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Communist! French-lover! Drunk!


don't take it down--
"in vino veritas"!
it was a good, unmediated (unless you count the sake) personal response.
by the way, by "le texte contre l'image", did you mean eisenstein's montage "collision" idea?


Well, that's certainly part of it. Godard had some pretty nasty things to say about the film (even though he hadn't seen it) and one of them was how "Moore doesn't distinguish between text and image".

Hopefully I'll find time this morning to write some more about it.


I thought I was watching Fox News. I thought it was a TV show. One of those you would find on the Cable, when hitting the remote with frenzy and despair of finding something different, and wouldn't. Yes I wish I had a remote control during Michael Moore's anti-Bush pamphlet. Not because of its aim, since I personally hate the current administration myself. But I remember that after a while, I couldn't take it anymore. I was drowned in the flow of images, with the nonsense going on and on, switching instantly, without transition, to image of litteral horrors (burnt corpes being kicked at), and just simply no context, no help, no support and no information. A lot of horror, a lot of voyeurism, a lot of demagoguery, a lot of misleadings. If the goal is to gain people's attention by any means, because he wants them not to vote for Bush, I don't think it will work. Should it work, I don't think that this movie will give an understanding of what these past four years have been all about. Filmbrain, you claim that Michael Moore showed some restrain, I think that's quite the opposite, and that his previous features were much better than this one.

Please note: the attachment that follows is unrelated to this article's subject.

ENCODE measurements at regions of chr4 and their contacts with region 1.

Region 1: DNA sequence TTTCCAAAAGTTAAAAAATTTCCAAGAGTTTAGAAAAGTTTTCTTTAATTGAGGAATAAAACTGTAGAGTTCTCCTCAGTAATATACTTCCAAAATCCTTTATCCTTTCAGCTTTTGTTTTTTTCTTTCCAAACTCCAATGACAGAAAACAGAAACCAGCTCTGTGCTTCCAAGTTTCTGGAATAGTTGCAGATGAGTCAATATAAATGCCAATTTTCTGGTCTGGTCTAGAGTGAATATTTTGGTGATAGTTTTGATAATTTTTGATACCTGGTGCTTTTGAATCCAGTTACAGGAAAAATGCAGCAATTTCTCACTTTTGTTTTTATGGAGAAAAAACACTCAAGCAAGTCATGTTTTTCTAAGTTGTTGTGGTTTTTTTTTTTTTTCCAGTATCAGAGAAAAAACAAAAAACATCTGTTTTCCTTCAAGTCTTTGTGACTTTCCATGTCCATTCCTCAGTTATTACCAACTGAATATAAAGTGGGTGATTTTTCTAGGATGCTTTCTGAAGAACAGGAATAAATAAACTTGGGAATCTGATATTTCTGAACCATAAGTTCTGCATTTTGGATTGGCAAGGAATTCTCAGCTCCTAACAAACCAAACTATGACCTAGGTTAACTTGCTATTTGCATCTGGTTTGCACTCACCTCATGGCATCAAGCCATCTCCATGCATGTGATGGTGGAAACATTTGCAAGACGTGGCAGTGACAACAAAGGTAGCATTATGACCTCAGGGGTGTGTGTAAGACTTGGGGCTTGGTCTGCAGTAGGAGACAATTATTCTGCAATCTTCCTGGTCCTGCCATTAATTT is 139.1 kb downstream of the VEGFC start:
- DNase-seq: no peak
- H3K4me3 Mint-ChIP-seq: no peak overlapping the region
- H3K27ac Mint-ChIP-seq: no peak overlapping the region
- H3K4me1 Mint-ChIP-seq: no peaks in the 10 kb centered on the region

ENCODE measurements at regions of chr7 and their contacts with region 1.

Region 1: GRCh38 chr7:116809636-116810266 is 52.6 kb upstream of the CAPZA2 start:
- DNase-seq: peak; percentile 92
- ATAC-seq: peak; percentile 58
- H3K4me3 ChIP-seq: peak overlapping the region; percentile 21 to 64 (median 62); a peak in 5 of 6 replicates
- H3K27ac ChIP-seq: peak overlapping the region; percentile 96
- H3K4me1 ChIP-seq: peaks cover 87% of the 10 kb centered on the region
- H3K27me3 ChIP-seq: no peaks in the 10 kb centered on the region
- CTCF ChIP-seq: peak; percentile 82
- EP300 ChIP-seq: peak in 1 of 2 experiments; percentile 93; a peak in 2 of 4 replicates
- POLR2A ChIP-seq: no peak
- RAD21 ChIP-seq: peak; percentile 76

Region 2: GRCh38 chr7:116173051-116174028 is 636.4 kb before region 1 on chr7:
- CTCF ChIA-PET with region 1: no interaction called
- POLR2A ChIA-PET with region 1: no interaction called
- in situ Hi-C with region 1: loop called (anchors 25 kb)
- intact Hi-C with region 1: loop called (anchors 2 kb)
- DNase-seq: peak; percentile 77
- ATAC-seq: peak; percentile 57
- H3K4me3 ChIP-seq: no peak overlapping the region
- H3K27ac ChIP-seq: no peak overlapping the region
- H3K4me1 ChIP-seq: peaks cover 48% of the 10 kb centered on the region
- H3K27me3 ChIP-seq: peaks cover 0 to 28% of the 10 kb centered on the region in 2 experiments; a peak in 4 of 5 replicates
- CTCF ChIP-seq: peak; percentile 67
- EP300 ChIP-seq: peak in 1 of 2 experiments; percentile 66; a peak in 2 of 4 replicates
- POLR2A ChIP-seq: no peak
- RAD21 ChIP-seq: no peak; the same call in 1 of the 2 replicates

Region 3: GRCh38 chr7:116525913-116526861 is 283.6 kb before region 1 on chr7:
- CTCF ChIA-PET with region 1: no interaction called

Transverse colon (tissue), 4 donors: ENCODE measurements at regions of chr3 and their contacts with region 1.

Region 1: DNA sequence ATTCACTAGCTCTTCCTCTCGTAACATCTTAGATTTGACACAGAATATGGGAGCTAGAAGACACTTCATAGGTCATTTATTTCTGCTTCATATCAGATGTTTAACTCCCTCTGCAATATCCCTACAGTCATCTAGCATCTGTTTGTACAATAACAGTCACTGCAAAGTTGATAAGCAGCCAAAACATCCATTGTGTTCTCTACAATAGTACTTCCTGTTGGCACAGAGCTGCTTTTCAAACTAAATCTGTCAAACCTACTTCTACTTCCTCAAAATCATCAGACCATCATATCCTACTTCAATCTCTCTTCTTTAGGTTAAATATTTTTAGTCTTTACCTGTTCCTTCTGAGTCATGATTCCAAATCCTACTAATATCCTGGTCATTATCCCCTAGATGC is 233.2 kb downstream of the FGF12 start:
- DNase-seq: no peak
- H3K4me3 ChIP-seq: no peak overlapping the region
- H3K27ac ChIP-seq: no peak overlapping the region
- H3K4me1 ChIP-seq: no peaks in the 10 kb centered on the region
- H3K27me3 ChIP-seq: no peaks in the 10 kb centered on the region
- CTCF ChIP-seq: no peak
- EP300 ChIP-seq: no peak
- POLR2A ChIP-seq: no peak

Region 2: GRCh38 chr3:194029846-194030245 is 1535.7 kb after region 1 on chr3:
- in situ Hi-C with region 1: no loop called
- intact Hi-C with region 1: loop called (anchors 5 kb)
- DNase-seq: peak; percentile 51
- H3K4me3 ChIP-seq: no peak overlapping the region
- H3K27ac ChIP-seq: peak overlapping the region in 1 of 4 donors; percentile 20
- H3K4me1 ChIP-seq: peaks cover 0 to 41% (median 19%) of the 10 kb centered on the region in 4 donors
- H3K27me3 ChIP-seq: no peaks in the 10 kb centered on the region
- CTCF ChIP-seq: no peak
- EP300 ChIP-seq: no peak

Where is the restraint when showing such disgusting images, like a close up on the burnt corpses being kicked by (actually just a few) Iraqis, without any context, in the middle of other violent sequences. What is the restrain when Moore compleasingly films this woman, who once was a supporter of the war, and then cries several times, litterally stealing every moment of her tragedy. Did Moore hear about editing? Does he know that there are other ways than Fox News way to make Cinema and movies? If you like TV (which is not my case, since I just acquired Cable, after years of interruption, and already regrets it), if you like Fox News, if you like Bill O'Reilly Factor's show (even though you're not republican), then you'll love Michael Moore non-documentary images.


This is a hard film. The images shake you. Nothing there to warn you of what's coming next. You don't relax until the end, and any laughing you do is wry.

I suppose this is the double-edged sword of the images shown in this film: one side of you is horrified by the agony you see - whether it is the psychological trauma of the loss of loved ones both Iraqi and American, or the results of raw physical abuse of innocents and combatants, children and adults; of Americans and Iraqis. And here it's not necessarily the Abu-Graib style abuse (though we do see some) - worse is the totally arbitrary nature of blind ordnance.